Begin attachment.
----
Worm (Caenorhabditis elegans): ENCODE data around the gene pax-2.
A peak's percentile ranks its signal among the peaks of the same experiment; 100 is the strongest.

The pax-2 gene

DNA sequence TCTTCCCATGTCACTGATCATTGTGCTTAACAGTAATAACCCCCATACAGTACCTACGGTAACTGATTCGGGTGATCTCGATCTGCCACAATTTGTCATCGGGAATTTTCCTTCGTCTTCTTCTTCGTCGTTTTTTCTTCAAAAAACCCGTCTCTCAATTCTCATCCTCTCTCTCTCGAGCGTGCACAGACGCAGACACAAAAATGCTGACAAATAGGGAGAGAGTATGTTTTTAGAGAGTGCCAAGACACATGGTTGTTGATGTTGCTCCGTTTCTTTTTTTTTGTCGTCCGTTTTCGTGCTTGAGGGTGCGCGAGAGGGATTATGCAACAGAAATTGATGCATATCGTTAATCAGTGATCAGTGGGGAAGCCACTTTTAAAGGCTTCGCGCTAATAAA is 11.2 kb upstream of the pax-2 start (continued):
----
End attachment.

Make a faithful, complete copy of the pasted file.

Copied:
Worm (Caenorhabditis elegans): ENCODE data around the gene pax-2.
A peak's percentile ranks its signal among the peaks of the same experiment; 100 is the strongest.

The pax-2 gene

DNA sequence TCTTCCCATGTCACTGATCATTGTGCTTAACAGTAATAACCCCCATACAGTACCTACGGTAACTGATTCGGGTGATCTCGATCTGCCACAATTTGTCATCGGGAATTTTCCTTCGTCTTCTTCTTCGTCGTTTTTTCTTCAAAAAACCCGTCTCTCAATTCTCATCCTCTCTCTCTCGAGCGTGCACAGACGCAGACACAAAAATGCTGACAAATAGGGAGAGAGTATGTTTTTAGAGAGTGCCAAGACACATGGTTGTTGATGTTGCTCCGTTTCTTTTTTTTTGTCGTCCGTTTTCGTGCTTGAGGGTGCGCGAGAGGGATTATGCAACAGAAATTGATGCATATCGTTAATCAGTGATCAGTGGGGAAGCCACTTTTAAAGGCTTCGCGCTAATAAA is 11.2 kb upstream of the pax-2 start (continued):